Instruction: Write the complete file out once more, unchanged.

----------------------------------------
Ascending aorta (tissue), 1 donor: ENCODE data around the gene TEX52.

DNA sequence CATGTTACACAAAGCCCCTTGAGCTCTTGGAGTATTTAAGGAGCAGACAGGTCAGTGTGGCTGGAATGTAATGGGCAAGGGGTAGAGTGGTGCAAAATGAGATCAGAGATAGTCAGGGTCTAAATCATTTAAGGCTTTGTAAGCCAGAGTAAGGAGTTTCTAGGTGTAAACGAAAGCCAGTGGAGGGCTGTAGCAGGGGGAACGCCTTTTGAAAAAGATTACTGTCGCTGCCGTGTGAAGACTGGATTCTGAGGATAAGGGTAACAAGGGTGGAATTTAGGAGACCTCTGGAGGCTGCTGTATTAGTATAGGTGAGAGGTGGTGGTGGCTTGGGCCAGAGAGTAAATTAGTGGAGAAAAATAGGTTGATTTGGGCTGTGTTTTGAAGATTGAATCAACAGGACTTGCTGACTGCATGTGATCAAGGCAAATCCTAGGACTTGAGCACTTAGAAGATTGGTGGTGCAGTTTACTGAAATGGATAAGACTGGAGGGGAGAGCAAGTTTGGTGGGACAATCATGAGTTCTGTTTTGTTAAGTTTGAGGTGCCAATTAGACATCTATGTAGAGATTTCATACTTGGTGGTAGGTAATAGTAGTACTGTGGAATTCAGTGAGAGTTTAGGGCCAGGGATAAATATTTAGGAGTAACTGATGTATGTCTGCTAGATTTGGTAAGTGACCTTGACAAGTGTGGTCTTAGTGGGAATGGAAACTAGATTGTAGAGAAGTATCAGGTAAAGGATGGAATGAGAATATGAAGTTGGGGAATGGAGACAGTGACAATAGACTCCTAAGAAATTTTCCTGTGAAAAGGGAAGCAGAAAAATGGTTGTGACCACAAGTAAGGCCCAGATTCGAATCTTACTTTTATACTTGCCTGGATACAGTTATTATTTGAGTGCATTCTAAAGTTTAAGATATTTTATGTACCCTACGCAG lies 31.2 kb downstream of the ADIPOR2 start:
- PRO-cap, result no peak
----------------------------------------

Ascending aorta (tissue), 1 donor: ENCODE data around the gene TEX52.

DNA sequence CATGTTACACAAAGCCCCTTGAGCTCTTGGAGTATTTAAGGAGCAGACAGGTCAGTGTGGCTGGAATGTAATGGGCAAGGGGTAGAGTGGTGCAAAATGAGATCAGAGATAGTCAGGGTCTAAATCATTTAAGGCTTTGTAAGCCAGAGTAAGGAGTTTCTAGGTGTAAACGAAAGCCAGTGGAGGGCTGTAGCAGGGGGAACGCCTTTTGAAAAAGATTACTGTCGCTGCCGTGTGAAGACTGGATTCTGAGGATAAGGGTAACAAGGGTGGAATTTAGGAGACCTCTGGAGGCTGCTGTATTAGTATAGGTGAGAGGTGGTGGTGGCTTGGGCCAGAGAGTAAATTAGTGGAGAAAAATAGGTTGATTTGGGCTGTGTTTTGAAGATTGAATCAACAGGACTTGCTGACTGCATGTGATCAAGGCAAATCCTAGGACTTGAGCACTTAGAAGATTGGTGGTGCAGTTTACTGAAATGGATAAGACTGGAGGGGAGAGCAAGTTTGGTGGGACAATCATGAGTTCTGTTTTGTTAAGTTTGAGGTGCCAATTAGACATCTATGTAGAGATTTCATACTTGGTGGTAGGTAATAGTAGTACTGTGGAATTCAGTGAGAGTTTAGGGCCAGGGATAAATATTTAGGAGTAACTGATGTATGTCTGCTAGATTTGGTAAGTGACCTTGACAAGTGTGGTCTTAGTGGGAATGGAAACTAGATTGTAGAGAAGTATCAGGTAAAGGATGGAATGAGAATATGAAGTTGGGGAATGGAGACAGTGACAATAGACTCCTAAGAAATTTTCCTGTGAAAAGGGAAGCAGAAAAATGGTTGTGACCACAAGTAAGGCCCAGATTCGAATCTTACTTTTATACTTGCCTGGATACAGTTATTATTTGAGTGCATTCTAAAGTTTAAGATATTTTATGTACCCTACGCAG lies 31.2 kb downstream of the ADIPOR2 start:
- PRO-cap, result no peak